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What is cosmological redshift?

        Science | Optics

As light waves move away from us, they elongate and shift into lower frequencies.
As light waves move away from us, they elongate and shift into lower frequencies.
Universal History Archive/UIG via Getty Images

To get a feel for redshift, it might be best to move away from light (pun intended) and recall a similar audio effect that we experience often in our daily lives. We'll start with a car. More specifically: a car's horn. But don't bother getting in the car and buckling up; pretend you're a street urchin playing stickball in your neighborhood. Your pal spots a car making its way down the road, and you've cleared to the sidewalk. But the driver is laying on the horn as she passes. What do you hear? As the car approaches from far away, the sound is at a higher register, but as it speeds past you, the pitch dips lower. This is called the Doppler effect. As a sound moves toward you, the sound waves are shorter and will have a higher frequency. As they move farther, they spread out, and the pitch lowers.

Light reacts much the same. As they approach us, the waves of light compress and have higher frequencies. As they move away from us, the light waves elongate and shift into lower frequencies. The short, approaching light is called a blueshift, while the longer, receding light is called a redshift. So there you go! Redshift is light that is moving away from you. Our work is here is done. Time for happy hour.

OK, perhaps not. Why do we call the redshift red and the blueshift blue? It's not just that we think it's more poetic than calling the short wave "Stan" and the long waves "Harry." On the electromagnetic spectrum, red light has a low frequency, and blue light has a high frequency. So when light is moving away from us, it's shifting toward the red end of the spectrum. If it's moving toward us, it's shifting toward blue.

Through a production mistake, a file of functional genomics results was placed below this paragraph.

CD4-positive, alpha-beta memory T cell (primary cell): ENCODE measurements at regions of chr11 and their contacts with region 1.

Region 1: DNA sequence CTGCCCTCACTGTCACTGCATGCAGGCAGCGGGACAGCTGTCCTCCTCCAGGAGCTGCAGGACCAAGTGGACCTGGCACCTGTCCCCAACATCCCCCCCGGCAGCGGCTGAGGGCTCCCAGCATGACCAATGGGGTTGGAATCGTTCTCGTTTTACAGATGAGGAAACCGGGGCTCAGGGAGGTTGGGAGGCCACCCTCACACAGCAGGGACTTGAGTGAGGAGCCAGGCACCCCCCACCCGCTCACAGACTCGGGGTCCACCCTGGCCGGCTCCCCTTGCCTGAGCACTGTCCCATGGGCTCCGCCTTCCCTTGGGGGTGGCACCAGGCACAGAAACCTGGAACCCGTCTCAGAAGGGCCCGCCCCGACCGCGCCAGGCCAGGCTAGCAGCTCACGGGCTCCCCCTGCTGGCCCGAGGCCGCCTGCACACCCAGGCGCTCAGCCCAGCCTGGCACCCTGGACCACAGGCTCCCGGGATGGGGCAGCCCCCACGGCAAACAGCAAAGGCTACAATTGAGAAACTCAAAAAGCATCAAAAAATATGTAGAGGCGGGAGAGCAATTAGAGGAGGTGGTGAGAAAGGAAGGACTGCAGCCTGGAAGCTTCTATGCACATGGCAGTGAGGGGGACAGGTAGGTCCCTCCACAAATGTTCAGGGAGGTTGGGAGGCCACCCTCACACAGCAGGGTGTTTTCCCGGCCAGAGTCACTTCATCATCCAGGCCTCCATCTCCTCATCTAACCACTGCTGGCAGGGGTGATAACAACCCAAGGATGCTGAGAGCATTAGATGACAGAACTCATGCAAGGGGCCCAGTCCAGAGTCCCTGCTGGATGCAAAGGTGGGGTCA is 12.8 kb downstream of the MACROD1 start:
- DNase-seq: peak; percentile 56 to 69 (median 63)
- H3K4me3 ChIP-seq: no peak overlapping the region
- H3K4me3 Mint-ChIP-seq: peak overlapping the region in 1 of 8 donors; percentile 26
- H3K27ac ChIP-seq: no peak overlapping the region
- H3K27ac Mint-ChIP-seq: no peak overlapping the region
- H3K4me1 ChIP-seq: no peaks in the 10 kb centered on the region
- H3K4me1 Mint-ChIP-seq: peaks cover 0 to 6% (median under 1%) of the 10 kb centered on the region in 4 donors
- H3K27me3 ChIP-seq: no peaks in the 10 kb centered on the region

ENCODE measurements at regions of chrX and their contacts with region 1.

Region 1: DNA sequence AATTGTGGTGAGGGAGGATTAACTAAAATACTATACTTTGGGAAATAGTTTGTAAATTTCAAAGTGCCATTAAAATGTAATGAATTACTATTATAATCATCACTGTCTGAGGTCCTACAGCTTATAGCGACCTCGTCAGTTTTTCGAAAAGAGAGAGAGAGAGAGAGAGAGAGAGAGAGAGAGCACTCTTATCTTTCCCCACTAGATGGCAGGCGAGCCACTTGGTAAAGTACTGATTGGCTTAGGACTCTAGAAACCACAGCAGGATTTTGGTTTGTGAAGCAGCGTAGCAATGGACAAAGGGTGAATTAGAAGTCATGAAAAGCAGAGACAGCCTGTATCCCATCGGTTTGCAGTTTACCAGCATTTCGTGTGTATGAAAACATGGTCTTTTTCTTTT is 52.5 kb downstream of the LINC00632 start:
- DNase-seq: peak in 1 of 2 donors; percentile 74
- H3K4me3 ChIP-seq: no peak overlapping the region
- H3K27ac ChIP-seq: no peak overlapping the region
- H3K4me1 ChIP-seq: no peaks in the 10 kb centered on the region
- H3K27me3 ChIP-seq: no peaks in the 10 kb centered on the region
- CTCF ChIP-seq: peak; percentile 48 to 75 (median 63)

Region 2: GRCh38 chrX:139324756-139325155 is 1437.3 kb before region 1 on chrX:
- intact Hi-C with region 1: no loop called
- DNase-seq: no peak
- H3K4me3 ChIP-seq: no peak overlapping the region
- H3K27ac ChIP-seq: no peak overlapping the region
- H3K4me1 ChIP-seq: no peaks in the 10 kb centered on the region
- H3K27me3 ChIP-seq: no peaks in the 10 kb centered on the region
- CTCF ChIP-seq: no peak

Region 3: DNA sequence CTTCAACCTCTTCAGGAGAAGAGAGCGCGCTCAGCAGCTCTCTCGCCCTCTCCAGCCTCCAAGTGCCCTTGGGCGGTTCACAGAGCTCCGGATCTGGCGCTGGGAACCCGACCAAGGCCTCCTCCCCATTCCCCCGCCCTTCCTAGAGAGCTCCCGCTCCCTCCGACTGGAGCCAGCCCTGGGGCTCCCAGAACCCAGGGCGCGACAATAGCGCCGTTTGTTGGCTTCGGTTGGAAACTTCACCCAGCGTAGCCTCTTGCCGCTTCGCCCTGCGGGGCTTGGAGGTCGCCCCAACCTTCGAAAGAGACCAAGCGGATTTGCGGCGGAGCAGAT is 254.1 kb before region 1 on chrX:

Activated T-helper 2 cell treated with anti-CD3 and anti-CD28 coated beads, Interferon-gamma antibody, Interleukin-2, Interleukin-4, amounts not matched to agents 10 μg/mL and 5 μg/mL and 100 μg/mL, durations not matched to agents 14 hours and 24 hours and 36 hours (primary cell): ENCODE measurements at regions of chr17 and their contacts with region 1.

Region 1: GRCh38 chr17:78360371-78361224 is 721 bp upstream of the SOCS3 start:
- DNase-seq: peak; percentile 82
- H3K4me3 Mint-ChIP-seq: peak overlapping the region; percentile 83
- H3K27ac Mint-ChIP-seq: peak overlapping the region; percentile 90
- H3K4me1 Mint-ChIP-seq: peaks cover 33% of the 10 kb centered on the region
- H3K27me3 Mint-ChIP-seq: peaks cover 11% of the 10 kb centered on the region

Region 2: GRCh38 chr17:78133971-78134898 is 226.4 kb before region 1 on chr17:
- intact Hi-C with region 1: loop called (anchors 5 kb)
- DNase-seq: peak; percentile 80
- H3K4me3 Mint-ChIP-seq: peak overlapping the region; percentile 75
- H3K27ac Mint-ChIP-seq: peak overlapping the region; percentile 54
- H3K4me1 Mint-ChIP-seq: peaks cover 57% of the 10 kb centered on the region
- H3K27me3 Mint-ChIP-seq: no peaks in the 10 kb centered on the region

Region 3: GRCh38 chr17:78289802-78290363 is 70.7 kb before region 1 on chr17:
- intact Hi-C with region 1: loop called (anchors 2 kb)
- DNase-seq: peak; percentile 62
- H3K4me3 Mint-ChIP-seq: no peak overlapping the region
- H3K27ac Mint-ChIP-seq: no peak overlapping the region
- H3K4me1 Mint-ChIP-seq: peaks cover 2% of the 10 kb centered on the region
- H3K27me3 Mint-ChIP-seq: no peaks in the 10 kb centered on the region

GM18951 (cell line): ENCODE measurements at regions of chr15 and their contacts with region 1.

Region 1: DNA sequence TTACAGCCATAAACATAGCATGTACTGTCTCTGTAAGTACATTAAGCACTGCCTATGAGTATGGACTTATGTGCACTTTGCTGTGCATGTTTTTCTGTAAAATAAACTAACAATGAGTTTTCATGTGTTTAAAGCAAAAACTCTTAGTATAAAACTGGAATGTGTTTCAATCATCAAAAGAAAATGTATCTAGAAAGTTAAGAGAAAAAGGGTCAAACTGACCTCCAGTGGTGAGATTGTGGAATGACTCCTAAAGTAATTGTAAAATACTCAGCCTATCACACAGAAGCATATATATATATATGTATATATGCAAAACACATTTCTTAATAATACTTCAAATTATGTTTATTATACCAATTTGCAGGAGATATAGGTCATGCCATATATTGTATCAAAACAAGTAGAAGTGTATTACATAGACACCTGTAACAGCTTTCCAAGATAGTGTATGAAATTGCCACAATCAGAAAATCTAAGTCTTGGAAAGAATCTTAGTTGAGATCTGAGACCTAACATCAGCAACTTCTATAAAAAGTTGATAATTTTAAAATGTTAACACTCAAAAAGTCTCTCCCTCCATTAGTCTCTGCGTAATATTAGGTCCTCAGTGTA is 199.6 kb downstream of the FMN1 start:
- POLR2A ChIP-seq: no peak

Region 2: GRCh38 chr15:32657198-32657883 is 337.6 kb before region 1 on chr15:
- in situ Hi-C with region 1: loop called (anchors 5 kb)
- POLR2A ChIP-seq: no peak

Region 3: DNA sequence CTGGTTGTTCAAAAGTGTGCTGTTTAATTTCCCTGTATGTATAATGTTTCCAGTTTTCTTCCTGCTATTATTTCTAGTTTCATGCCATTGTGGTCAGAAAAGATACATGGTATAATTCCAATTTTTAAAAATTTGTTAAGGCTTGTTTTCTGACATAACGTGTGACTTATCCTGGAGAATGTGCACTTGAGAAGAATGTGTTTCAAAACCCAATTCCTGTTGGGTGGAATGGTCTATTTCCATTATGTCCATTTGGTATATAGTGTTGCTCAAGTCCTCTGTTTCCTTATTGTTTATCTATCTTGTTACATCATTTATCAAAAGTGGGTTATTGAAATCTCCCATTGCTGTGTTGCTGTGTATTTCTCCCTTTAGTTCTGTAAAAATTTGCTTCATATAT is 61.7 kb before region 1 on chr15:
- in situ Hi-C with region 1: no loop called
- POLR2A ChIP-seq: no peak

Now, what's the cosmological stuff have to do with it? It's simply showing redshift on a big, big stage. The Big Bang explosion was so massive that most things we can see in the universe are still moving away from us. (Some things nearby -- planets or stars -- are moving closer.) The farther they are from us, the faster they move. So, cosmological redshift means that light stretches as space expands. In fact, it stretches so much that by the time we get to some distant galaxies, their visible and ultraviolet light has shifted to the infrared spectrum. Infrared telescopes like the James Webb Space Telescope -- set to launch in 2018 -- will help us see farther into the universe and allow us to study the young galaxies that are moving so far from us.